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Product Details

  • Paperback: 88 pages
  • Publisher: South End Press; annotated edition edition (April 1, 1999)
  • Language: English
  • ISBN-10: 0896085937
  • ISBN-13: 978-0896085930
  • Product Dimensions: 4.2 x 0.3 x 7 inches
  • Shipping Weight: 2.4 ounces
  • Average Customer Review: 3.8 out of 5 stars  See all reviews (18 customer reviews)
  • Amazon Best Sellers Rank: #703,242 in Books (See Top 100 in Books)

More About the Author

Howard Zinn (1922-2010) was a historian, playwright, and activist. He wrote the classic A People's History of the United States, "a brilliant and moving history of the American people from the point of view of those ... whose plight has been largely omitted from most histories" (Library Journal). The book, which has sold more than two million copies, has been featured on The Sopranos and Simpsons, and in the film Good Will Hunting. In 2009, History aired The People Speak, an acclaimed documentary co-directed by Zinn, based on A People's History and a companion volume, Voices of a People's History of the United States.

Zinn grew up in Brooklyn in a working-class, immigrant household. At 18 he became a shipyard worker and then flew bomber missions during World War II. These experiences helped shape his opposition to war and passion for history. After attending college under the GI Bill and earning a Ph.D. in history from Columbia, he taught at Spelman, where he became active in the civil rights movement. After being fired by Spelman for his support for student protesters, Zinn became a professor of Political Science at Boston University, were he taught until his retirement in 1988.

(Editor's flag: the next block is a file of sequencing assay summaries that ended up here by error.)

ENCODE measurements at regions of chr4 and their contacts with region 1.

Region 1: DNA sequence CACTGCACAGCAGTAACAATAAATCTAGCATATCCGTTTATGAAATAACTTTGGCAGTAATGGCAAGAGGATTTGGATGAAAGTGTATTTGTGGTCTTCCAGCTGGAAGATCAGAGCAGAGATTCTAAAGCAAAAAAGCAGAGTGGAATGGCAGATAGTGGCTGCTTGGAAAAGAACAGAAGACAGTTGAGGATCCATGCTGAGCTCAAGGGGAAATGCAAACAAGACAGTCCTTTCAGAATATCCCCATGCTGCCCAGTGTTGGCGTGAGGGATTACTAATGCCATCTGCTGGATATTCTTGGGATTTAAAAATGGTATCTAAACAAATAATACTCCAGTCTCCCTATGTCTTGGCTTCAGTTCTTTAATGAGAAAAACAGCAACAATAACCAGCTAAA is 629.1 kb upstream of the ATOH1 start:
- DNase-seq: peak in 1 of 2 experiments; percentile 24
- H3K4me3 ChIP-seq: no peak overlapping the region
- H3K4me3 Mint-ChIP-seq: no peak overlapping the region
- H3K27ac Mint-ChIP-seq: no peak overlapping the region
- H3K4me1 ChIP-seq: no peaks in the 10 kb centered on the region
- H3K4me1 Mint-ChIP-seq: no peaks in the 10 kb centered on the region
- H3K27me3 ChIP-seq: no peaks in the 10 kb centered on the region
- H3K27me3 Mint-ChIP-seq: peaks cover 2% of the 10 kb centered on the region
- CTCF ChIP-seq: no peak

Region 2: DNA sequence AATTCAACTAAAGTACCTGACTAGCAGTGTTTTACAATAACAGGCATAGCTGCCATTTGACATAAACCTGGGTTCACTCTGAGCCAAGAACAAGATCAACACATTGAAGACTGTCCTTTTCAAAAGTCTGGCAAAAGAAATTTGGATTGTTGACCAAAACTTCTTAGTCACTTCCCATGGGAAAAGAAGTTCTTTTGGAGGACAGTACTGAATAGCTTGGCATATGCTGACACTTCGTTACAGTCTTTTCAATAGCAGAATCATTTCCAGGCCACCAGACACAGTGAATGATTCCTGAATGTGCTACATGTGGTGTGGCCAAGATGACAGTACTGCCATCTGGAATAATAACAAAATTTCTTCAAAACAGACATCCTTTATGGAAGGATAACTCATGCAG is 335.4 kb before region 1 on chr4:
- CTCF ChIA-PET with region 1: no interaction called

Zinn was the author of many books, including an autobiography, You Can't Be Neutral on a Moving Train, the play Marx in Soho, and Passionate Declarations. He received the Lannan Foundation Literary Award for Nonfiction and the Eugene V. Debs award for his writing and political activism.

Photographer Photo Credit Name: Robert Birnbaum.

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Customer Reviews

3.8 out of 5 stars
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15 of 18 people found the following review helpful By SG on November 22, 1999
Format: Paperback
I attended the first performance of "Marx in Soho" and was thrilled to find it brilliant, funny, and dead-on politically. Zinn gives Marx an opportunity to defend himself against modern-day critics who claim that his theories led to the atrocities of state capitalist regimes. Those familiar with Marx will be particularly entertained; those new to socialist ideas may find themselves moved to action. Catch the next performance - Dec. 9-11, Chopin Theater, Chicago.
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12 of 14 people found the following review helpful By Rania Masri on May 10, 2001
Format: Paperback